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$5.6 Billion Anti-bioterror Drug Project Stalled


A U.S. effort to stockpile anti-bioterror drugs that was launched after the anthrax attacks in 2001 has now bogged down as two rival biotech companies battle for government dollars.

After five Americans were killed by anthrax, the U.S. launched Project BioShield, a $5.6 billion program to devise new drugs and vaccines for a variety of bioterror threats. The highest priority – and a $900 million outlay – was for an anthrax vaccine.

The government already had an anthrax vaccine to inoculate military personnel, but it required six shots over 18 months and could have nasty side effects, according to a front-page story in the New York Times.

There have been reports of serious complications, and the military halted mandatory vaccinations in 2004 after some soldiers filed lawsuits seeking to avoid getting the shots.

So Project BioShield sought to develop a new vaccine, and turned to a small biotech company, VaxGen, which had never taken a drug to market and had had financial troubles in the past.

The U.S. awarded an $887 million contract to Brisbane, Calif.-based VaxGen to produce 75 million doses of the vaccine, enough to inoculate 75 million Americans.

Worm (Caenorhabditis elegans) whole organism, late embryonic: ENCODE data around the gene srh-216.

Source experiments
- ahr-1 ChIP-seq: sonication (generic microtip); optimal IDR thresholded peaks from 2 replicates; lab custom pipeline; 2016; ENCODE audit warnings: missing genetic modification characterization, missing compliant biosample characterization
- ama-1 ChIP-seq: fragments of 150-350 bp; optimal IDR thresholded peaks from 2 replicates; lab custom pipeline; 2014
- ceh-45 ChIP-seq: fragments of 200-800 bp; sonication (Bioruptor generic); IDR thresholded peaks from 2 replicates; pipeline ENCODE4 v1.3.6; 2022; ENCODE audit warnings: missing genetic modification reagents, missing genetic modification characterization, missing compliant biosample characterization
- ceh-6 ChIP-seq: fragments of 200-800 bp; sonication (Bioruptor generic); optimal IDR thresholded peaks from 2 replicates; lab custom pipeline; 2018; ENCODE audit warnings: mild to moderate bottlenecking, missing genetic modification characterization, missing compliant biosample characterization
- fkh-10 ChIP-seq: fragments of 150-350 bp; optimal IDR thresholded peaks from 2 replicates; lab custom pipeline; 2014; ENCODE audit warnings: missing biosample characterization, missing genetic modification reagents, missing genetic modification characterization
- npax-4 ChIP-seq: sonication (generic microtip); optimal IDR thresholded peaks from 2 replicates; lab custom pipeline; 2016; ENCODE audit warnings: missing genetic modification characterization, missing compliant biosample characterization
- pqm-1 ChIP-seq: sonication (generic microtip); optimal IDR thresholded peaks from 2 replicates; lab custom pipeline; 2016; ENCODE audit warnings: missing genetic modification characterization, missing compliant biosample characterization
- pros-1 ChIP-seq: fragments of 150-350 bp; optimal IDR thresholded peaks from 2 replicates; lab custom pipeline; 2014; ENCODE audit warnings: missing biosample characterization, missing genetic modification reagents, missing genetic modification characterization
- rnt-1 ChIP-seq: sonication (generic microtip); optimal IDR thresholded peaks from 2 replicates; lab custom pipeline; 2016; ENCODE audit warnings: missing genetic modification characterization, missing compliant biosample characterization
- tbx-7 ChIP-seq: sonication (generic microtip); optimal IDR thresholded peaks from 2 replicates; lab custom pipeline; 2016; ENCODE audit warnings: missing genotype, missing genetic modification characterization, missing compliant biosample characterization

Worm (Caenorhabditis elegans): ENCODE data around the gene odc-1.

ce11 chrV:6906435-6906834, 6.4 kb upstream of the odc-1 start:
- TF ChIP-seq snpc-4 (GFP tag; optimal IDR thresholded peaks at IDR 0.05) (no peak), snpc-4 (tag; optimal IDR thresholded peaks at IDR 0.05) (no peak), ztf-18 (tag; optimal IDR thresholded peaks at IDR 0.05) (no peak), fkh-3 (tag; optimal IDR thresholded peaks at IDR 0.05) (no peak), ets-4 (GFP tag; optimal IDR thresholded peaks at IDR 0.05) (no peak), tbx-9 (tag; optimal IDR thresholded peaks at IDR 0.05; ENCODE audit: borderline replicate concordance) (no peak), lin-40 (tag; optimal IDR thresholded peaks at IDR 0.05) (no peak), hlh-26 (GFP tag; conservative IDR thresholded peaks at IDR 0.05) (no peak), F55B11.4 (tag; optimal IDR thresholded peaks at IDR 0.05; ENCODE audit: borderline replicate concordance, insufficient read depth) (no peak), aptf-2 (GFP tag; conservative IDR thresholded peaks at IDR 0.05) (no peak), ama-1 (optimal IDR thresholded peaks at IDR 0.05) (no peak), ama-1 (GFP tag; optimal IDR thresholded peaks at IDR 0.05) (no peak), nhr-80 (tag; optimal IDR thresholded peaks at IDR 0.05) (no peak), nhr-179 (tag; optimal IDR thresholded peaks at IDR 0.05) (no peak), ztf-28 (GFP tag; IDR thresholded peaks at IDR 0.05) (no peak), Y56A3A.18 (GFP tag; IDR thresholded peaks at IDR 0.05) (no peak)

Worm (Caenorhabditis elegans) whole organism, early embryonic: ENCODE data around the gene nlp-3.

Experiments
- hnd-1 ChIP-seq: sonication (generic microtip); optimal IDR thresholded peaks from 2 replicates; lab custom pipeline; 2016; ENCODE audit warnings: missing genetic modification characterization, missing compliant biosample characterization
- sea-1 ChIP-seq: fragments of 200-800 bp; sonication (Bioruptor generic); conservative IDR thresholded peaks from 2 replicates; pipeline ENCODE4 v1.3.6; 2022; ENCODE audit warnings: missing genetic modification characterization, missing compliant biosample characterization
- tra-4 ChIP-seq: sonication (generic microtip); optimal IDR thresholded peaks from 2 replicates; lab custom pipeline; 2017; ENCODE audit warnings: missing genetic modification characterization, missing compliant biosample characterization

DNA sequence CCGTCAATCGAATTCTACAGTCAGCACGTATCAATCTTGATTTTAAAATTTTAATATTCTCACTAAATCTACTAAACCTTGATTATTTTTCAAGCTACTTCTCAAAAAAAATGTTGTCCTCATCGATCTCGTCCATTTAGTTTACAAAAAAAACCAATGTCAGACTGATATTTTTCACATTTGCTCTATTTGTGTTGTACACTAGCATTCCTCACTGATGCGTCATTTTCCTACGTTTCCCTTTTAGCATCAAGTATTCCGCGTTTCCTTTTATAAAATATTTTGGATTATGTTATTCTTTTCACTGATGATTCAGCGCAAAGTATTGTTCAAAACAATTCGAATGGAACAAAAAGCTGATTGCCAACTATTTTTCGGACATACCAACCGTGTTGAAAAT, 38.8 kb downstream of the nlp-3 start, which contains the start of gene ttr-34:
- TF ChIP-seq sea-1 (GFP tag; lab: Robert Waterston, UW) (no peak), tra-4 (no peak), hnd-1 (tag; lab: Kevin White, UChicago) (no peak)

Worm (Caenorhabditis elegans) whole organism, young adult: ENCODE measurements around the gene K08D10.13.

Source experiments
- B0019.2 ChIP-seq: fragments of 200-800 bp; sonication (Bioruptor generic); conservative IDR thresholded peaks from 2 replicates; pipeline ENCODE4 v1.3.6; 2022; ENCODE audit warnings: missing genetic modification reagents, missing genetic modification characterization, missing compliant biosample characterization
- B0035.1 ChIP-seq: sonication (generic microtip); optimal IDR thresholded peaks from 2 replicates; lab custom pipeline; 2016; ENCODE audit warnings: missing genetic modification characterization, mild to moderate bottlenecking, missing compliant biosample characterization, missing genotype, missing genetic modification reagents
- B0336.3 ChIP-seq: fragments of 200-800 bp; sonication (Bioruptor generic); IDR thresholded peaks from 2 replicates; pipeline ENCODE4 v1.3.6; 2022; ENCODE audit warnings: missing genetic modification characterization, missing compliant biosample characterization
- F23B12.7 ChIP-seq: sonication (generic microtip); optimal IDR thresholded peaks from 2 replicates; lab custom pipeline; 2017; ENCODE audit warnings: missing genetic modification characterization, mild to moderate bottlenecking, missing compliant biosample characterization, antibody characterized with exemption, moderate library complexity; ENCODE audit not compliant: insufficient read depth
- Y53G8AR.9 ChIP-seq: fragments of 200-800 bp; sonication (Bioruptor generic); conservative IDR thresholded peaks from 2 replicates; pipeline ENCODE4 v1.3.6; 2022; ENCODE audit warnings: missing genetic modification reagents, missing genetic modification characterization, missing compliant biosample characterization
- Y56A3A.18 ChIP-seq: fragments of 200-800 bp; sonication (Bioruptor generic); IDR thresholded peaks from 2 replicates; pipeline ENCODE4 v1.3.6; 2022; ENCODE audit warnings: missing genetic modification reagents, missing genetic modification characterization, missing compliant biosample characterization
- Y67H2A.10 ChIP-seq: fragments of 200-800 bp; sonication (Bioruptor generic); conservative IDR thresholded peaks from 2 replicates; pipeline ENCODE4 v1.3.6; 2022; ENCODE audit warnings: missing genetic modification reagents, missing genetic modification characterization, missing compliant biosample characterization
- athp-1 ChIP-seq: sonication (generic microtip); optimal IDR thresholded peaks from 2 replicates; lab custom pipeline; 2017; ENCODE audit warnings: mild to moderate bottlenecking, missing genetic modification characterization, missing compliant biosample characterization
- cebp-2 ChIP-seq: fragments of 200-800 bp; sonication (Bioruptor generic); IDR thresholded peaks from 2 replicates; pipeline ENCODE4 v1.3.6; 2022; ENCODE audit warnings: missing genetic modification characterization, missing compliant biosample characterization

But that drew complaints from Emergent BioSolutions in Gaithersburg. Md., the maker of the old vaccine.

The company hired lobbyists to plead its case to the government, pointing to problems VaxGen was having developing a new vaccine and urging the U.S. to buy more doses of the old vaccine, Emergent’s only major product.

VaxGen countered by hiring lobbyists of its own, including Robert Houseman, who had worked for Emergent and then switched sides.

In May, the Department of Health and Human Services agreed to double its order of Emergent’s vaccine to 10 million doses, worth $243 million, the Times reports.

The agency also demanded additional safety and efficacy tests for VaxGen’s new vaccine that will further delay its delivery by a year or more.

Now VaxGen wants upfront payments from the health department and is threatening to sue. If the two sides can’t come to an agreement, company officials say, VaxGen could end the deal.

"This ought to be driven by the science, by efficacy and threat, not lobbyists,” said Houseman. "It has been shanghaied. And the implication is our national security is compromised.”